Protecting Your Dog

by
posted on January 8, 2013
wilson2015_fs.jpg

From time to time we see reports of police shooting a dog in the course of responding to a call for assistance or while executing a warrant for search or arrest. Without a doubt, some of these incidents may be the result of poor training or the lack of proper planning on the part of law enforcement. However, that is of little comfort to the citizen when his family pet has been destroyed. With some thought, planning, and training, this kind of tragedy can often be avoided.

Having a family dog should be viewed as a commitment on the part of the dog owner. Besides proper feeding and regular vet care, the dog also needs basic obedience training. The animal should be taught to come on command, as well as to sit and to stay. Your dog should understand that "No" means that he is to stop what he is doing and pay attention to you. In short, you should be able to control your dog whether it is loose, or on a leash. This sort of training is surprisingly effective and  inexpensive. The local pet store or your vet can direct you to trainers who can educate both you and your dog.

Allowing a dog to run loose in the neighborhood is not only a way to make enemies of all of your neighbors, it is also virtually a guarantee that the dog will come to the attention of the authorities. If the animal is not in a fenced enclosure, it should be on a leash and under your control. Training and controlling your pet will go a long way towards keeping it safe, not to mention how much your neighbors will appreciate you.

Sadly, the police can't look at a dog and determine that it is harmless anymore than they can tell the good guys from the bad guys simply by looking at them. However, dealing with family pets ought to be part of every policeman's training. And every tactical unit should develop plans for neutralizing a dog without harming it, if at all possible. Pet owners in a community might even consider opening a dialog with local law enforcement to address these issues and help develop this training.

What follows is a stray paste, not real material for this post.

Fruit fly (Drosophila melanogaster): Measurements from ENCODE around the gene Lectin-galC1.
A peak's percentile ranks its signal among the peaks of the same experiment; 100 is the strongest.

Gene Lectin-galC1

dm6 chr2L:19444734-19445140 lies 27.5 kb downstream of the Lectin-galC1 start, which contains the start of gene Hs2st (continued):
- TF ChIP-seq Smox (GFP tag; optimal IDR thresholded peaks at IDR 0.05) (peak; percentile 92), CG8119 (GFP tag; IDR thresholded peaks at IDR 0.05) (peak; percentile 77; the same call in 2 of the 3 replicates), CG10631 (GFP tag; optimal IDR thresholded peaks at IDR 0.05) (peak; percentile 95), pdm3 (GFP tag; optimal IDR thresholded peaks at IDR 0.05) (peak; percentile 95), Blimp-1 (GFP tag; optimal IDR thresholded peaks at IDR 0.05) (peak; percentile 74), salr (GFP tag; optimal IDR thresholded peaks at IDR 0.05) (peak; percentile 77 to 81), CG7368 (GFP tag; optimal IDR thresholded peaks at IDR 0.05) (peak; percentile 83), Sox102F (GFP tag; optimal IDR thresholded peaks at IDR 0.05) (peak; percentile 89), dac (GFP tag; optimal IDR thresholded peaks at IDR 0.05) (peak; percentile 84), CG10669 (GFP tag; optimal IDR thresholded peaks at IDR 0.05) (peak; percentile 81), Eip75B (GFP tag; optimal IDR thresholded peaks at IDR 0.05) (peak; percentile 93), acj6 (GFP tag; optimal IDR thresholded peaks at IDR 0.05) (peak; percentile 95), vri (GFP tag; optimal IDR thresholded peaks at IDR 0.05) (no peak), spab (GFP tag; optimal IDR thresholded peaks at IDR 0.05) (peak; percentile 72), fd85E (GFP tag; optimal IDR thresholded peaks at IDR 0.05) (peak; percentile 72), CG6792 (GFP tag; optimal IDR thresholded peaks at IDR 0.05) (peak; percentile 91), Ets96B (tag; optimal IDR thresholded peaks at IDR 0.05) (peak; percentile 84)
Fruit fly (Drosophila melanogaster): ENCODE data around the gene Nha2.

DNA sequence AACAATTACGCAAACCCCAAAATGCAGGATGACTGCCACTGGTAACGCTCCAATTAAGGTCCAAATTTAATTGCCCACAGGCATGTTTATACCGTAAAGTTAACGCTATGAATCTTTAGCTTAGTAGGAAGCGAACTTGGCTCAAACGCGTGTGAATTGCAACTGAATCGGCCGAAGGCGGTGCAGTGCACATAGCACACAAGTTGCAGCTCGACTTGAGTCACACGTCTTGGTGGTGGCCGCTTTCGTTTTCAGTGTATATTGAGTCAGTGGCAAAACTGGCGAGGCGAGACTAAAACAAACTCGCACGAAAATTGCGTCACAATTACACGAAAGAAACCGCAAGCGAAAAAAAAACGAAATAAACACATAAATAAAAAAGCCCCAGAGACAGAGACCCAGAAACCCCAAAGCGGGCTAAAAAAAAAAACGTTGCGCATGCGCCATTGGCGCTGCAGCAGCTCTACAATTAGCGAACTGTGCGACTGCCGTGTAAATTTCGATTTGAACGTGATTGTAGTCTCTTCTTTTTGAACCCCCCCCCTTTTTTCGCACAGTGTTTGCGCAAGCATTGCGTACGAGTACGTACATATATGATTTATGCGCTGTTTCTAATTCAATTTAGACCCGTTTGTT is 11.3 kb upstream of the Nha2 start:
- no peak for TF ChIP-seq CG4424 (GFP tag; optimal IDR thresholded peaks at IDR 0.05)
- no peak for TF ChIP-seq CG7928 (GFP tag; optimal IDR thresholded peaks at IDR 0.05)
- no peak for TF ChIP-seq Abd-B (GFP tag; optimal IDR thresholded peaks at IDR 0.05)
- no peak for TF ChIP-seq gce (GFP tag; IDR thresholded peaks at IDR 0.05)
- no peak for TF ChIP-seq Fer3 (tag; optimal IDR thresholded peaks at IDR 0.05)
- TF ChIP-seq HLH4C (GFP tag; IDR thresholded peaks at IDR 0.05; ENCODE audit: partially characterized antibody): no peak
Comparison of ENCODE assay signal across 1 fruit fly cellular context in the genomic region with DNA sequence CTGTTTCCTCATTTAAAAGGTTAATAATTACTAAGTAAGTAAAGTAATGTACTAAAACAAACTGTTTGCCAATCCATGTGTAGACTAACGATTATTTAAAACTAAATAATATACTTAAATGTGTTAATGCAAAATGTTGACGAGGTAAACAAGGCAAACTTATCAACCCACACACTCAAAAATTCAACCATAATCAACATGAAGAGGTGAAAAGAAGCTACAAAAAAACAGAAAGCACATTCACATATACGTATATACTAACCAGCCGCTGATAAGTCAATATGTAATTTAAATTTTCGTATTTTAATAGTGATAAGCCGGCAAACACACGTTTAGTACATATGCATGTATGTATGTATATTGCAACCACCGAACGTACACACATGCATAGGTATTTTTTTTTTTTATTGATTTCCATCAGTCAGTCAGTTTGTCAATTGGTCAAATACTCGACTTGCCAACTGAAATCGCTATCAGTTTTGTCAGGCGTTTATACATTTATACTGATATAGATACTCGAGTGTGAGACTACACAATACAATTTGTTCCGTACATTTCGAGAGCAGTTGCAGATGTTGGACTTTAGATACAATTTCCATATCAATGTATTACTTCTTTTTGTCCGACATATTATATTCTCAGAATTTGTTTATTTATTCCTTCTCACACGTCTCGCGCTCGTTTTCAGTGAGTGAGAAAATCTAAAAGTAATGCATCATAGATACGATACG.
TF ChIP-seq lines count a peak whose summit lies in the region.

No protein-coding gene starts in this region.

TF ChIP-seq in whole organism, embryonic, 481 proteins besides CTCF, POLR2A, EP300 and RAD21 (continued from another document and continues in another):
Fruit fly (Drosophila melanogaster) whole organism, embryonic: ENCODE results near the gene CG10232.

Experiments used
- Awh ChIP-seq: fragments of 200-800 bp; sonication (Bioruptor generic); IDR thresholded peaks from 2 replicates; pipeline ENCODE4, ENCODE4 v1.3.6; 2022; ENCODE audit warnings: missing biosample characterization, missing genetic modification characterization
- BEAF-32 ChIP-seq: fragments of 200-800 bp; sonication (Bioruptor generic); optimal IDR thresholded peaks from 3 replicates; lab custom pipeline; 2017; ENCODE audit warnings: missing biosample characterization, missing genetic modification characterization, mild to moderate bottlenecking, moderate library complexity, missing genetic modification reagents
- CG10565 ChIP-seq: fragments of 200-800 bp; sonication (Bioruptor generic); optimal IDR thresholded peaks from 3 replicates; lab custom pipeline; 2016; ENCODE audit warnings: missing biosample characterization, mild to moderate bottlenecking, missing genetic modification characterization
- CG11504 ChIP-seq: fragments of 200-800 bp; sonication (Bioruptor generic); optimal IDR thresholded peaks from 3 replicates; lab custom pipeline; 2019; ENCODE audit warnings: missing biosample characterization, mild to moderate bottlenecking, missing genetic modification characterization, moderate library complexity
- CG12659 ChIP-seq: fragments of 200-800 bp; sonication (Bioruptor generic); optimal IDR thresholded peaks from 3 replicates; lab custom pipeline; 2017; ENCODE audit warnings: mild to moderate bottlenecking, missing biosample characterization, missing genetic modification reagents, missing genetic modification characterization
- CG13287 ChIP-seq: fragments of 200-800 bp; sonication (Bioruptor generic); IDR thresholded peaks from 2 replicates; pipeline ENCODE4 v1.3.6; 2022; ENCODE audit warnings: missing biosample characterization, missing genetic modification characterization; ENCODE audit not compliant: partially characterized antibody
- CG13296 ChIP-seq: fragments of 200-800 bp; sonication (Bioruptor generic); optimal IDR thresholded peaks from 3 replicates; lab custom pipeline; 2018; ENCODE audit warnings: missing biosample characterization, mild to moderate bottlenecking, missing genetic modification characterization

We talk about the importance of having a plan for protecting your family. The family dog is a valuable part of most families and deserves protection as well. The solution is planning and training. Sounds familiar, doesn't it?

Latest

handguns
handguns

Are Percussion Revolvers and Single-Shot Muzzleloaders Obsolete?

It’s known that firearms can serve for a long time after they’re no longer cutting edge. Flintlocks held on long into the percussion era. During the American Civil War, plenty of cavalry units, especially local militias, turned up with single-shot pistols despite Colt’s revolvers having been on the market for a while by then.

German Police Department Converts to Blackhawk Holsters

Blackhawk’s German distributor, Helmut Hofmann, has been awarded a contract from the Niedersachsen Police Department in Germany for new duty holsters from Blackhawk’s T-Series Holster line.

First Look: CZ P-10 F Competition-Ready Pistol

The new P-10 F Competition-Ready has a barrel and slide that are a half-inch longer than the full-size model, which provides a longer sight radius. 

Review: Colt Anaconda Revolver

We cannot lie: Colt’s latest revolver oozes class—and power. The new Anaconda is impressive and tough.

I Carry: Taurus G3 TORO Pistol in a Kinetic Concealment Holster

In today's episode of "I Carry," we have a Taurus G3 TORO optics-ready pistol equipped with a Bushnell RXS-100 red-dot sight and carried in a Kinetic Concealment outside-the-waistband holster.

Solving Issues with Brass Casings

Recently, while shooting a Norinco SKS, I experienced a failure to go into battery. Upon removing the cartridge, I found the round to be “shrouded” by another brass casing.

Interests



Get the best of Shooting Illustrated delivered to your inbox.